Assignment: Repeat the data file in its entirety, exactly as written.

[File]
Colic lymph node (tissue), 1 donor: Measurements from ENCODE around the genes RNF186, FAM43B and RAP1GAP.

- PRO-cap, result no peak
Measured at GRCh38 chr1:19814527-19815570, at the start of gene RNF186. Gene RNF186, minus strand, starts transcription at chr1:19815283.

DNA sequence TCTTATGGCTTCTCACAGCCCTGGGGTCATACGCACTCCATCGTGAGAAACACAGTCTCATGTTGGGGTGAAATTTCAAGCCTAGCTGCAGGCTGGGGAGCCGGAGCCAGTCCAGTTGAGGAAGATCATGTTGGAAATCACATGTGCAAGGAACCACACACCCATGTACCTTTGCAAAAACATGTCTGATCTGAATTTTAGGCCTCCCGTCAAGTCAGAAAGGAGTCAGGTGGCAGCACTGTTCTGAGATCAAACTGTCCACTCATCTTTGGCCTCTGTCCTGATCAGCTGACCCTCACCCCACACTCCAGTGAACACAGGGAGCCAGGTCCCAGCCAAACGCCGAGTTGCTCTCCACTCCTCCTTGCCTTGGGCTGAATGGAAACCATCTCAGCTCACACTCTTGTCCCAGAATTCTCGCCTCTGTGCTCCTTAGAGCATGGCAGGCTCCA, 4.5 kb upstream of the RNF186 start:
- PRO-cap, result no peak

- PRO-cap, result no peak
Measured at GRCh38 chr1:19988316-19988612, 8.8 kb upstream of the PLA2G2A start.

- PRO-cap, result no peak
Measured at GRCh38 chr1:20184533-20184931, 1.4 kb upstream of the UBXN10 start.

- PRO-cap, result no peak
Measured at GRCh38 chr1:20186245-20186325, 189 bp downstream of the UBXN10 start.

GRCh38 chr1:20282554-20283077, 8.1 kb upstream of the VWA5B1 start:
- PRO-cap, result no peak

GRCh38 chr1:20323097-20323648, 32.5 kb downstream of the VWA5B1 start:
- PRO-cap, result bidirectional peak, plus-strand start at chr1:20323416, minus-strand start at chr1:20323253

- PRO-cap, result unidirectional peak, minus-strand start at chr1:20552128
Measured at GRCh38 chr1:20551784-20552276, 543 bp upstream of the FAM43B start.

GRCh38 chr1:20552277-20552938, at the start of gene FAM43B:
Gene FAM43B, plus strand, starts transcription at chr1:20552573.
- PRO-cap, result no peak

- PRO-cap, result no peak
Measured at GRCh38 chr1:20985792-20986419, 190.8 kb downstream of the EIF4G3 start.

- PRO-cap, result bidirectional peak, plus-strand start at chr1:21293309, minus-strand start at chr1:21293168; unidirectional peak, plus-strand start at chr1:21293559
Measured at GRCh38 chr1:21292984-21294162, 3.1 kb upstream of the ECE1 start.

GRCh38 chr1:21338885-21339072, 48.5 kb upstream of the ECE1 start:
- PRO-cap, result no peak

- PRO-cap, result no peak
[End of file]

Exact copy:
Colic lymph node (tissue), 1 donor: Measurements from ENCODE around the genes RNF186, FAM43B and RAP1GAP.

- PRO-cap, result no peak
Measured at GRCh38 chr1:19814527-19815570, at the start of gene RNF186. Gene RNF186, minus strand, starts transcription at chr1:19815283.

DNA sequence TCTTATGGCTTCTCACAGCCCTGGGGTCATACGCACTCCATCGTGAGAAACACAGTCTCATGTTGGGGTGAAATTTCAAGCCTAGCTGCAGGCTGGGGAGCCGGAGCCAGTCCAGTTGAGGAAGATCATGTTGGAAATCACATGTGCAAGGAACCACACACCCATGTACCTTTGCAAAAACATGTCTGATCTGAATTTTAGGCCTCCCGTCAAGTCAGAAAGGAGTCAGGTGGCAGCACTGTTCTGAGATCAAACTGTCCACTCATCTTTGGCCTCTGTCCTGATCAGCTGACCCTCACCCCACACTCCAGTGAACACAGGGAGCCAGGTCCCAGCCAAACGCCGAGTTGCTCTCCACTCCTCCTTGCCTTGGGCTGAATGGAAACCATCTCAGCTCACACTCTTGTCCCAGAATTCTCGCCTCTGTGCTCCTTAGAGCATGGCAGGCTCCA, 4.5 kb upstream of the RNF186 start:
- PRO-cap, result no peak

- PRO-cap, result no peak
Measured at GRCh38 chr1:19988316-19988612, 8.8 kb upstream of the PLA2G2A start.

- PRO-cap, result no peak
Measured at GRCh38 chr1:20184533-20184931, 1.4 kb upstream of the UBXN10 start.

- PRO-cap, result no peak
Measured at GRCh38 chr1:20186245-20186325, 189 bp downstream of the UBXN10 start.

GRCh38 chr1:20282554-20283077, 8.1 kb upstream of the VWA5B1 start:
- PRO-cap, result no peak

GRCh38 chr1:20323097-20323648, 32.5 kb downstream of the VWA5B1 start:
- PRO-cap, result bidirectional peak, plus-strand start at chr1:20323416, minus-strand start at chr1:20323253

- PRO-cap, result unidirectional peak, minus-strand start at chr1:20552128
Measured at GRCh38 chr1:20551784-20552276, 543 bp upstream of the FAM43B start.

GRCh38 chr1:20552277-20552938, at the start of gene FAM43B:
Gene FAM43B, plus strand, starts transcription at chr1:20552573.
- PRO-cap, result no peak

- PRO-cap, result no peak
Measured at GRCh38 chr1:20985792-20986419, 190.8 kb downstream of the EIF4G3 start.

- PRO-cap, result bidirectional peak, plus-strand start at chr1:21293309, minus-strand start at chr1:21293168; unidirectional peak, plus-strand start at chr1:21293559
Measured at GRCh38 chr1:21292984-21294162, 3.1 kb upstream of the ECE1 start.

GRCh38 chr1:21338885-21339072, 48.5 kb upstream of the ECE1 start:
- PRO-cap, result no peak

- PRO-cap, result no peak